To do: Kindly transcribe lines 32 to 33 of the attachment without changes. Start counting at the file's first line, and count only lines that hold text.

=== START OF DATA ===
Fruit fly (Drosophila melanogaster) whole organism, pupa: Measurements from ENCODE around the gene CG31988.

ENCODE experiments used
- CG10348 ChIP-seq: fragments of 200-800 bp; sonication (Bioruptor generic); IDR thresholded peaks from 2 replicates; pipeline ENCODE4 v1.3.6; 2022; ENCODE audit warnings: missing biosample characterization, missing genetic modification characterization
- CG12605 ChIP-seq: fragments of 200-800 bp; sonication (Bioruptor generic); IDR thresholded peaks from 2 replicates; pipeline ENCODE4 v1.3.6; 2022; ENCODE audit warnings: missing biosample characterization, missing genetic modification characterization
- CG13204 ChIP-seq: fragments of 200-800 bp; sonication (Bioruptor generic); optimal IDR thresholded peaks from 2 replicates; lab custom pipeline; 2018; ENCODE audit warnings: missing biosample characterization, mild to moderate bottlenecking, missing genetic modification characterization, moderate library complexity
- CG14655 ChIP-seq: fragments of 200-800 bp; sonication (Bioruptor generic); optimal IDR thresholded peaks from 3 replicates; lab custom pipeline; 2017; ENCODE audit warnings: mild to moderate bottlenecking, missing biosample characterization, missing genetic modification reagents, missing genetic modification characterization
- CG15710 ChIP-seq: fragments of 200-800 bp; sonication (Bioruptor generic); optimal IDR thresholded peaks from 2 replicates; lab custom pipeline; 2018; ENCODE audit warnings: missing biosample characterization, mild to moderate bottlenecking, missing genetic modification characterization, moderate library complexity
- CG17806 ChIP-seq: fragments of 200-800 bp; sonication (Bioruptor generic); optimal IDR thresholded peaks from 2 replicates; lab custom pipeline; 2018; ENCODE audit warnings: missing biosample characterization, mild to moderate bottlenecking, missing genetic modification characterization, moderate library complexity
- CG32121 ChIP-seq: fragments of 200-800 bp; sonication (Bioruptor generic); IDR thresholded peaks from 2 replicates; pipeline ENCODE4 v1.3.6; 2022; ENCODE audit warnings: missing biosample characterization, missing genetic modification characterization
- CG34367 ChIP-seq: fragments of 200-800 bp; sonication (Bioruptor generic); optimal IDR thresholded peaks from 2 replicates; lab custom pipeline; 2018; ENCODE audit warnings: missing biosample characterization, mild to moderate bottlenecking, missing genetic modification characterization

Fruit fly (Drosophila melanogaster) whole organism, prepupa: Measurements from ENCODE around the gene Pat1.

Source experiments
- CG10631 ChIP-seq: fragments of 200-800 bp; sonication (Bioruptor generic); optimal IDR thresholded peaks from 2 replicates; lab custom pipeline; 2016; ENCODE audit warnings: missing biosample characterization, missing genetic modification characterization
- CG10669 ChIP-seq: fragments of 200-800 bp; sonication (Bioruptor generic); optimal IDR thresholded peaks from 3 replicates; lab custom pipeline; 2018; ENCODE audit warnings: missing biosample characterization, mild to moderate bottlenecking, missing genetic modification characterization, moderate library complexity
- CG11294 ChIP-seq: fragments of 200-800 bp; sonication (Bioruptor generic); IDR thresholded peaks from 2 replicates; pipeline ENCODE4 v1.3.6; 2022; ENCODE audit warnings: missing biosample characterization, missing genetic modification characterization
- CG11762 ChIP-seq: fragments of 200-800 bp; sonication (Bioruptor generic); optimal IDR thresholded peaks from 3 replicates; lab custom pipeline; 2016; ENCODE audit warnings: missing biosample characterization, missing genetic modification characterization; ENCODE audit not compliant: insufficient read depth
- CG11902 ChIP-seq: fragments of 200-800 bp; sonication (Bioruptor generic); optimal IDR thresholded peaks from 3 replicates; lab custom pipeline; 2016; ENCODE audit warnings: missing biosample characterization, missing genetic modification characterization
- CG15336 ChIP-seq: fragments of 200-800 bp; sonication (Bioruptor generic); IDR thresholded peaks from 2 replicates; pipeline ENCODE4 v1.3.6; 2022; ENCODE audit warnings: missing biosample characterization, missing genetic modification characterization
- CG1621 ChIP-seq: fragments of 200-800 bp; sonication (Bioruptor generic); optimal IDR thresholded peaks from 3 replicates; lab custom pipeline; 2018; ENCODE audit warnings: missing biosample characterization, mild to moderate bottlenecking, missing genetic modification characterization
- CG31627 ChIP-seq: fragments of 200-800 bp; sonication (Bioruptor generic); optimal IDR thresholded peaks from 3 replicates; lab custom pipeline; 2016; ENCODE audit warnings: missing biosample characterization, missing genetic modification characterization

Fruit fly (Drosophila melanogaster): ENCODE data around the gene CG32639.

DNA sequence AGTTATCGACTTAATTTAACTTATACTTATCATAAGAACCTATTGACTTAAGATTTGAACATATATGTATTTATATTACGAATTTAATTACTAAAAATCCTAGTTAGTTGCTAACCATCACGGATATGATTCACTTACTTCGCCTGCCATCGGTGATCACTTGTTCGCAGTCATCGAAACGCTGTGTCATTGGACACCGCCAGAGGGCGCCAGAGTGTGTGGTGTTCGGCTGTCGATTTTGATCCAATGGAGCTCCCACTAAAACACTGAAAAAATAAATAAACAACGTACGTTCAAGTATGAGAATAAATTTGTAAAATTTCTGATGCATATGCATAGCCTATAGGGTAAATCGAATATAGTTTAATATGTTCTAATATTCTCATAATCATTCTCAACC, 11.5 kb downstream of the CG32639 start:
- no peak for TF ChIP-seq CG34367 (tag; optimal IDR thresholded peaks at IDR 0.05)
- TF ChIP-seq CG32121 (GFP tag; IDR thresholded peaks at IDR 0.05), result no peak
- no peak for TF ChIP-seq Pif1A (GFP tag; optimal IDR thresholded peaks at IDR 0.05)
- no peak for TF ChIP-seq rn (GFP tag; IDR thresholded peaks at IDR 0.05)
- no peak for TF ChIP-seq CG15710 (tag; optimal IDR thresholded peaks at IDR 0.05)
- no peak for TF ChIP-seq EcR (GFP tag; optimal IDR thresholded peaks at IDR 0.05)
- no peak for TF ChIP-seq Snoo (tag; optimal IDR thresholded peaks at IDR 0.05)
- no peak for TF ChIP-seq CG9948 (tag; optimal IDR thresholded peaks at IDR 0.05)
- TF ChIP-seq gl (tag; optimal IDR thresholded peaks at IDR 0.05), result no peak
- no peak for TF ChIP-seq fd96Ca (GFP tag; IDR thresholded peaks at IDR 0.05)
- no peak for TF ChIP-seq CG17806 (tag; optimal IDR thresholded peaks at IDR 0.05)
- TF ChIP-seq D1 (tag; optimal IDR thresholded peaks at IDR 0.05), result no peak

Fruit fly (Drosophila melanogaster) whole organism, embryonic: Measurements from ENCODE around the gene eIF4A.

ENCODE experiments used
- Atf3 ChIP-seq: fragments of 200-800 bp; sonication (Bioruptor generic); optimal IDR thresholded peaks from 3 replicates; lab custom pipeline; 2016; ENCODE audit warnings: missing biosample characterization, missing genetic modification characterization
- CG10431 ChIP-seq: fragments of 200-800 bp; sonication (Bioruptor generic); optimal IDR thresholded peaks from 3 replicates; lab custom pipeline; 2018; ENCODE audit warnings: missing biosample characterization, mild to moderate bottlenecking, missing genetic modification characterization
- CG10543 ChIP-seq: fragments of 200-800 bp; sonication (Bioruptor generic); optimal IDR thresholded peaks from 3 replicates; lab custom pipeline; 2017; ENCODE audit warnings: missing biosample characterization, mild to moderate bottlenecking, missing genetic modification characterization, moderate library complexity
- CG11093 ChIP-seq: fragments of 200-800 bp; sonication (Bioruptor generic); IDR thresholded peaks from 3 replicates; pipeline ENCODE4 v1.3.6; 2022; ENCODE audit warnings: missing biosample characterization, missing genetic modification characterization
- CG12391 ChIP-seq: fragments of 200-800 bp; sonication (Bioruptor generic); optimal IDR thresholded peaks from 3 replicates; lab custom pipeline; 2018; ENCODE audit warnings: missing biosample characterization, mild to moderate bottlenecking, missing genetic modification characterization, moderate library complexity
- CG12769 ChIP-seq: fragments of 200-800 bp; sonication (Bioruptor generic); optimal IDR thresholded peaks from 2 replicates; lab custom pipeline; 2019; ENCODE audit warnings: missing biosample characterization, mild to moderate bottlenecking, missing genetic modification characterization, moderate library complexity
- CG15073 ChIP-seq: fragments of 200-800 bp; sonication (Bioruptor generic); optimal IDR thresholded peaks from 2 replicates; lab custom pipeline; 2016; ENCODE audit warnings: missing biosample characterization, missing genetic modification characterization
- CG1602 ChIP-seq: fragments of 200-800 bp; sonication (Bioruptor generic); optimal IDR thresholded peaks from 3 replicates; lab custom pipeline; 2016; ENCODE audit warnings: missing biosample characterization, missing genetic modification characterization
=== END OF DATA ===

- no peak for TF ChIP-seq fd96Ca (GFP tag; IDR thresholded peaks at IDR 0.05)
- no peak for TF ChIP-seq CG17806 (tag; optimal IDR thresholded peaks at IDR 0.05)